E-mail is already registered on the site. Please use the Login form or enter another.

You entered an incorrect username or password

Sorry that something went wrong, repeat again!

Was watching live streaming for Practice 2 which didn’t have any commentary, just the howling of V8s.

Wow, what a crash from Vettel.



This is a great article about how RedBull are still using an illegal front wing this season. If you recall, front-flap adjuster have been eliminated from the regulations this year. But after SV’s crash this morning, you can clearly see cables hanging from the front wing. So his crash was a big, big mistake and they better explain or hide these wings quickly. I hope the FIA and teams demand a full inspection of this front wing. It’s obviously not camera wires…the camera’s are located at the tip of the nose, not down by the lower front wings.


Nice idea. Most likely to be for front tyre temperature sensors in the front wing endplates, I’m told by engineers here in Istanbul


Nice bit of writing.


Has Vettel had his hair cut because he lost a race? Or to put it another way, was the reason for his previously shaggy mop that he feared cutting it would do a Delilah on his winning run?


Apparently when he waved that Finger it got caught in his hair in China, resulting in a loss in China.

That or its due to be hot in europe during the summer. 🙂


Great to see Massa upbeat again. He has a real chance of beating Alonso this year. My choice of driver change would be Massa to Red Bull and Webber to Ferrari.

I think Massa could do a job at Red Bull.


Me too. I’d really like to see that. I still think Felipe has plenty to give in F1!

And I’d love to see mark go to Ferrari, but I thought before Robert would go to Ferrari and Mark would go to Renault (ahem Lotus). At the moment I’ll just be delighted to see Robert back in F1 and recovered.


“the little Brazilian has a spring back in his step”

……better than having a spring in the head.


Oh dear! – very good!!


I will be really sad to see Turkey off the calendar. Yes they haven’t managed to build atmosphere and loyal fans (yet), but surely that will only come with time?

The city itself is beautiful and always exciting to visit, and the track is simply awesome. It’s the only track that Tilke got right.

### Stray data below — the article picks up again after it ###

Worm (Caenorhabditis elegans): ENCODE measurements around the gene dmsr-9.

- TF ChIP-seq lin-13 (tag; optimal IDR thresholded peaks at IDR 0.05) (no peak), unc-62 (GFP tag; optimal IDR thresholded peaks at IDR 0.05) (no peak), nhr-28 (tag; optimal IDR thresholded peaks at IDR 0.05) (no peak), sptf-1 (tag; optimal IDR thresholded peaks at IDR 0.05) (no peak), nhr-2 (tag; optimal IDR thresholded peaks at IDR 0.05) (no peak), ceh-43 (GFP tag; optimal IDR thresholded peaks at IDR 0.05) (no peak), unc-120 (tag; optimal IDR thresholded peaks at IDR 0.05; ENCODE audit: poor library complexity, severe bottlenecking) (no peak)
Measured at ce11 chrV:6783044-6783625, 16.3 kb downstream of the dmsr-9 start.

That Turn 8 has really grown on me. The rest of the track also has a lot of character. It will be a shame to see it go.


Any prospect of Webber to Ferrari?


Renualt anyone?



Do you see Mark going to Ferrari as their car has always had a small cockpit and a guy the size of Mark, or even Kubica, will have problems fitting in?

Maybe that problem has been solved, but worth raising with the Ferrari guys


Massa will not go to Red Bull. Why would you force Mark out for Massa, that makes no sense and spits in the face of the Red Bull scheme. If Mark doesn’t stay, my bet would be on Riccardo unless the Torro Rosso guys pick up their game.

If Marks skills are on the wane, then so surely are Massa’s, even more so would be my view.


The only person that really knows what Webber will do, is Webber.

To me I think you need to look at what the team are thinking. Honer and Webber flying home together after China, could they already be in negotiating.

Webber has been a very good boy lately, s–tty reliability and still playing the team man.

If Webber was to go anywhere or retire he would be letting it rip as he did at Williams in his last year.

Why would they replace him with Massa?


Mark Webber driving for another team would be bad news for Red Bull Racing, both on and off the race track.


And they (Red Bull) know it.


So does Mark.

Andrew Woodruff

Hi James

I must take issue with your paraphrasing of Lewis Hamilton – “before adding that he only won in China because he outdrove Vettel and McLaren outfoxed Red Bull on strategy”. From another source, I understand what he actually said was “we won [in China] because we generally outdrove them with strategy”.

My take on this is that what he actually said makes him sound far less of an egotistical plonker than your paraphrase! Given that he doesn’t need much help sounding like a self righteous “plonker” most of the time, it seems unfair to misquote him in such a way.

Cheers again for the great blog, and looking forward to the Senna movie release.


His exact quote was “In the last race we didn’t win because we had the fastest car. We won because we generally out-drove and out-did them with strategy”

Andrew Woodruff

So that is two of my trusted sources that have put a slight spin on the words that actually came out of his mouth!

It’s a difficult one to interpret – quite a delicately balanced statement from the cocky Brit. Pit straight weaver (above) says that the JA interpretation of what he meant is nothing more than mind games, implying that Hamilton has a right to tell the world (and more importantly his compitition) if he thinks he is the best driver on the grid. While you can’t argue with Hamilton’s right to say anything, you can say that “bigging himself up” in such a way lacks a lot of class. The tone of the psychological war games (if that is what this is) of Senna, Prost, Schumacher, Villeneuve etc, while sometimes personal, never sunk to the depths of a spoilt, favoured child like Hamilton so often seems to.

I actually doubt he really meant to say that he out drove Vettel. I may well be wrong, but I just find it so hard to believe that anyone, no matter how spoilt and favoured, could be so crass.

Pit straight weaver

If it is a case of mind games, you’re proving he’s already successfully drawn in one ‘victim’ hasn’t he? Bet his fingers are crossed that Seb and Fernando are as sensitive about analysing the nuances of what he says as you are (I doubt it, but if he keeps chipping away it might go to their heads too…)


It’s good that Massa’s body language seems to be improving around the paddock, I hope that he can on the podium this weekend and keep building some momentum.

People talk about Massa being a ‘confidence’ driver, but I think of him more as a ‘momentum’ driver. If you look through his career, he worked hard and improved every year, driving better and better, up until his crash. I think that the crash stopped his career momentum, and that was the worst part of it for him probably.